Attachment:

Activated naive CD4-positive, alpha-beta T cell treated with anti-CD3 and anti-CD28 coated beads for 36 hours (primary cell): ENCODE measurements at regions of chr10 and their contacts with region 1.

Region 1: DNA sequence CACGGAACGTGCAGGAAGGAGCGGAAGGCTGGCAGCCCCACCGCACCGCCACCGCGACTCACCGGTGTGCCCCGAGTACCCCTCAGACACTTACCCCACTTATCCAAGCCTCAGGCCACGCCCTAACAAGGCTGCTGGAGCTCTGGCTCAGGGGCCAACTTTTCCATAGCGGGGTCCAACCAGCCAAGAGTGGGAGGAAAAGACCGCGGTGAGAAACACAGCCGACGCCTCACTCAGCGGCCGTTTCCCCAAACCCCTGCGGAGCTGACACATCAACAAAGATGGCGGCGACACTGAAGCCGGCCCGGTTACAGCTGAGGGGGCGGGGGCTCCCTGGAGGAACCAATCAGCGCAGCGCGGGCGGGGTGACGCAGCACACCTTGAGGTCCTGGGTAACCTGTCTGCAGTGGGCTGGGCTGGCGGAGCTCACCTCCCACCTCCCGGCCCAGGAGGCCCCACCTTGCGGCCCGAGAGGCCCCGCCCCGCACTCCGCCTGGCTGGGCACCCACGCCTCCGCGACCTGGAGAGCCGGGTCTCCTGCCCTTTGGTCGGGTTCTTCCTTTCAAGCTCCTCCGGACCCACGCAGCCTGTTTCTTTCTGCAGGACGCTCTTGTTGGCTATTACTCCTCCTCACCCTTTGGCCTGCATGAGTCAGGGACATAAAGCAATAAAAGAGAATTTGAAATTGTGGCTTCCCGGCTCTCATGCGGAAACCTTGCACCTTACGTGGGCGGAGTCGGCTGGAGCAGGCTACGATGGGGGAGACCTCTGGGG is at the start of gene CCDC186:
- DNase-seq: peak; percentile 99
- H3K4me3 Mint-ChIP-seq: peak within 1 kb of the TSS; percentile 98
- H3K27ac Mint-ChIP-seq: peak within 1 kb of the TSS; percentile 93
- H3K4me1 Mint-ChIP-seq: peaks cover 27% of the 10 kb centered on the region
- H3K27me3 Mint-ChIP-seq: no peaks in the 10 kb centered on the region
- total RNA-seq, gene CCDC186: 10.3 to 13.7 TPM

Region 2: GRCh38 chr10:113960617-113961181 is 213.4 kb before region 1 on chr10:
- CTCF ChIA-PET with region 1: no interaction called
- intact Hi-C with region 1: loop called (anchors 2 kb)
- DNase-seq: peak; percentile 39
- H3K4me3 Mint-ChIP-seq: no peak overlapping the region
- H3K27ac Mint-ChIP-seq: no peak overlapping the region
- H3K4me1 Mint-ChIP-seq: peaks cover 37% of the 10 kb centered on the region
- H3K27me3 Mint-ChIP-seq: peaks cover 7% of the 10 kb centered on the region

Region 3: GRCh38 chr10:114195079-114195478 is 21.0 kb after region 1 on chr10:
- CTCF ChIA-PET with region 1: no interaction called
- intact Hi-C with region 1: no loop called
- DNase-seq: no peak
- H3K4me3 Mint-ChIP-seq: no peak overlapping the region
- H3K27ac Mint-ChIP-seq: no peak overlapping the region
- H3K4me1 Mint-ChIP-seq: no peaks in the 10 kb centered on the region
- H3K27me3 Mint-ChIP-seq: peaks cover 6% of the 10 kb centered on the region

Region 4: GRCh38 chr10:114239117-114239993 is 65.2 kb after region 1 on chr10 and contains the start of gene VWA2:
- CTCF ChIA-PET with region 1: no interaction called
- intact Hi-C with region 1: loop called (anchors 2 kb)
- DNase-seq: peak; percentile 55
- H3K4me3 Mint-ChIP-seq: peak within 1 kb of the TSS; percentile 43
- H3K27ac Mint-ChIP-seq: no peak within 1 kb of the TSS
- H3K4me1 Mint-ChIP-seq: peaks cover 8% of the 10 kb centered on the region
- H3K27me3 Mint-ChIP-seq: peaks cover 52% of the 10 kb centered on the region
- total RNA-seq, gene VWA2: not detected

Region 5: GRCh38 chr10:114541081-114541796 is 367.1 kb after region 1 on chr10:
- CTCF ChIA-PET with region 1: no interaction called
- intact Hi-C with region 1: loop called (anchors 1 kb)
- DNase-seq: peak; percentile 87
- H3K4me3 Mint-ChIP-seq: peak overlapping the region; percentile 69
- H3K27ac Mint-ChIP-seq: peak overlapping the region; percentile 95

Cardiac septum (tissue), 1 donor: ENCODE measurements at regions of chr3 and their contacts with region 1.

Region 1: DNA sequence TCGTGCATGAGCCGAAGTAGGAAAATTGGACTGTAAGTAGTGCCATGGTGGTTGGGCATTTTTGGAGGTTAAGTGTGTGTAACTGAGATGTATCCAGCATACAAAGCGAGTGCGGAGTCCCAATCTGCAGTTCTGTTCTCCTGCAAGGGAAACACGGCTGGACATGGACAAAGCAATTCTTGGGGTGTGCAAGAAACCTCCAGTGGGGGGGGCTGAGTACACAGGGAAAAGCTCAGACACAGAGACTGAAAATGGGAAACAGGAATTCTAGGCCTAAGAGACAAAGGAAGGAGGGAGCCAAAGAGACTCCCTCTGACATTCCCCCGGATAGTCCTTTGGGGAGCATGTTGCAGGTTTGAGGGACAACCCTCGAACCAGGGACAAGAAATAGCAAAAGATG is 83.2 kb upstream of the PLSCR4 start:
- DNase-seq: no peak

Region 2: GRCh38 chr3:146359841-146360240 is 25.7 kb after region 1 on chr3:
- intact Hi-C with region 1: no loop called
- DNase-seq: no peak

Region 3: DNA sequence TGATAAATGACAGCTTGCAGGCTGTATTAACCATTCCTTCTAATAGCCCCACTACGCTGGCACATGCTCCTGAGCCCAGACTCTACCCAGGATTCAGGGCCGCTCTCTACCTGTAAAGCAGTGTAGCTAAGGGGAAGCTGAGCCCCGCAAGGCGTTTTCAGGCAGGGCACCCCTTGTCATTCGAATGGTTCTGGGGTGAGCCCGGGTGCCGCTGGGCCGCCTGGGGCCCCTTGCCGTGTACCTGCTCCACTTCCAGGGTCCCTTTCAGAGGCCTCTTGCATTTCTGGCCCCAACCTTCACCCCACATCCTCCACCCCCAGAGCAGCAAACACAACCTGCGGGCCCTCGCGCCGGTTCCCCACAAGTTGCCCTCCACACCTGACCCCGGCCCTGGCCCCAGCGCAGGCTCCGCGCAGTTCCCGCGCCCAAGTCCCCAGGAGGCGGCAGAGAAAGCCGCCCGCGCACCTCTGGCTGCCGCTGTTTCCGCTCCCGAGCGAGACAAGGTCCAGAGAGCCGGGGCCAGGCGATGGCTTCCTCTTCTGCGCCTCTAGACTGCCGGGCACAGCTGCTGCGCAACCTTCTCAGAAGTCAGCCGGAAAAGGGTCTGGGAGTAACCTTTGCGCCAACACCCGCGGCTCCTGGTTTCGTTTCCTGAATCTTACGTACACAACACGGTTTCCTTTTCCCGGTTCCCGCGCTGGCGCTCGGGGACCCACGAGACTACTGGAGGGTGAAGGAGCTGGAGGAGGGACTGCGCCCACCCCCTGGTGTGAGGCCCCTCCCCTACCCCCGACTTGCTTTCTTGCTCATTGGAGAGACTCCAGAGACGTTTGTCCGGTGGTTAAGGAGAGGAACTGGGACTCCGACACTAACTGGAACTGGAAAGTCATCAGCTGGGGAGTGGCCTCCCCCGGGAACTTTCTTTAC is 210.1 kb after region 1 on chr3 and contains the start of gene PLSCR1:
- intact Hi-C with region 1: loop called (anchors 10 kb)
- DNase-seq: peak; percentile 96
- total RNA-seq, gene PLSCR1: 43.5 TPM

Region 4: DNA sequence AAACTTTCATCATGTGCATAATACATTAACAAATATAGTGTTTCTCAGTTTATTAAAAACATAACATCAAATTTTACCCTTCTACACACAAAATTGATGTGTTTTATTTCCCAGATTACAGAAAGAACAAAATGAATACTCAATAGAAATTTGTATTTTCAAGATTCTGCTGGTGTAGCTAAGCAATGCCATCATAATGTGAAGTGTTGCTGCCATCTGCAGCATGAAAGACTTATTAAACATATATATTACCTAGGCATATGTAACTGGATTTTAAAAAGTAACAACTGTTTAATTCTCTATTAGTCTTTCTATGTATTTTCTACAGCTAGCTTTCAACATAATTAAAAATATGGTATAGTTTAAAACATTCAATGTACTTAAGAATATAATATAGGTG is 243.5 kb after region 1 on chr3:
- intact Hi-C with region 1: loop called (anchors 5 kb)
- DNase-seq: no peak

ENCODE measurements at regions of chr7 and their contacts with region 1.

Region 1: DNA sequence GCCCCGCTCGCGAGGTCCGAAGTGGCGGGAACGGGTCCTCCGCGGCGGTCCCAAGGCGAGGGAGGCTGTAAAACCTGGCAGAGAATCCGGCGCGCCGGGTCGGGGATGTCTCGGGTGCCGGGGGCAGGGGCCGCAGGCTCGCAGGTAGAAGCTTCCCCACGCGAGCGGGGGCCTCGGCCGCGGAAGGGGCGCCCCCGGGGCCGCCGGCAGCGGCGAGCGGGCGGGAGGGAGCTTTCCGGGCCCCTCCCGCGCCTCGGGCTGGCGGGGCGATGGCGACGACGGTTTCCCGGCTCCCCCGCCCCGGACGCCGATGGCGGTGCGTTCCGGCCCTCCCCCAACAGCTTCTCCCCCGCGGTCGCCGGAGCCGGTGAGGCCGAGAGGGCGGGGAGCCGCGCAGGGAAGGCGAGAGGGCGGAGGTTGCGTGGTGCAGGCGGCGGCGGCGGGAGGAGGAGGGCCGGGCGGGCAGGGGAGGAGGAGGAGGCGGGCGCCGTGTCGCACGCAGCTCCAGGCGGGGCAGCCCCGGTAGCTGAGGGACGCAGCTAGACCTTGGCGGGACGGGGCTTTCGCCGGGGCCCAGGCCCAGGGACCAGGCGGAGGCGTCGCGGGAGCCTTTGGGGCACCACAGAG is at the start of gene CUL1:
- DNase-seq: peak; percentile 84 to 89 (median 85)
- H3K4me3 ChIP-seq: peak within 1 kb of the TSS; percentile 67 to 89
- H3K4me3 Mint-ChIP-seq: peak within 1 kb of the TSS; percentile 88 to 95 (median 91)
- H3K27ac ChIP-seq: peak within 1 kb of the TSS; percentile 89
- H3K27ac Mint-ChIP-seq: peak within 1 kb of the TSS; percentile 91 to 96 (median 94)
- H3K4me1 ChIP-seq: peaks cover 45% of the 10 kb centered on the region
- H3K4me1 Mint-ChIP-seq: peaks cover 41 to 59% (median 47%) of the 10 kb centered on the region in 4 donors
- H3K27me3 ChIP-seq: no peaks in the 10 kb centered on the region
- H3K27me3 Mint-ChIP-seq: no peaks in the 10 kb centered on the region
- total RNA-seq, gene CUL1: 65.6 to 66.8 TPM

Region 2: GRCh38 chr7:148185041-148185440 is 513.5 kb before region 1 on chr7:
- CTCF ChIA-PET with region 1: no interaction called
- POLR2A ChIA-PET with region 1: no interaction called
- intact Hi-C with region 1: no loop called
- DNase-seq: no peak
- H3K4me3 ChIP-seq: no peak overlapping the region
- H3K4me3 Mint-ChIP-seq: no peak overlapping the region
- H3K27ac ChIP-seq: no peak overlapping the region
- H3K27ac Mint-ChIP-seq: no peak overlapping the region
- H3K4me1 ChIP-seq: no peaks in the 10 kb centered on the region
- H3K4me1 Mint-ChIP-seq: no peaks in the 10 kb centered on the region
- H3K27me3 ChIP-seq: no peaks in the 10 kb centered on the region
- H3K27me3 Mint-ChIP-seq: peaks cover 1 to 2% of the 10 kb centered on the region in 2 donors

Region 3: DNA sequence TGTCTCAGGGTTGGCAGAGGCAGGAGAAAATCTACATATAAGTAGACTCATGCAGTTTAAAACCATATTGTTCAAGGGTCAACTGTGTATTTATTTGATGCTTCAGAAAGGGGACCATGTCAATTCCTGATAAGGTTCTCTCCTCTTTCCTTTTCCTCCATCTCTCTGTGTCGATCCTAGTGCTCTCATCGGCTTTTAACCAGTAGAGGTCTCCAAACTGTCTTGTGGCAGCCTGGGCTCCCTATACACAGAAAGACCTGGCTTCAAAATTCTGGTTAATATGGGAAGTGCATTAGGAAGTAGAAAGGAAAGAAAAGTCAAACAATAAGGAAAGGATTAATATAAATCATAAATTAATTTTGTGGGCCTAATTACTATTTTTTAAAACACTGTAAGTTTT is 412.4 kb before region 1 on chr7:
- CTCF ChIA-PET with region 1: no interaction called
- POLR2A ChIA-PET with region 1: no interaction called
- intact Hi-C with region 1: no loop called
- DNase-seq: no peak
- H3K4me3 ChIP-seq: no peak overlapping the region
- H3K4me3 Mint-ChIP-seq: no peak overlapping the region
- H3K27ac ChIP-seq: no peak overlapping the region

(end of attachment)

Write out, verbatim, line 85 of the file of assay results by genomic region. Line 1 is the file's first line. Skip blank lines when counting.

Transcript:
- H3K27ac ChIP-seq: no peak overlapping the region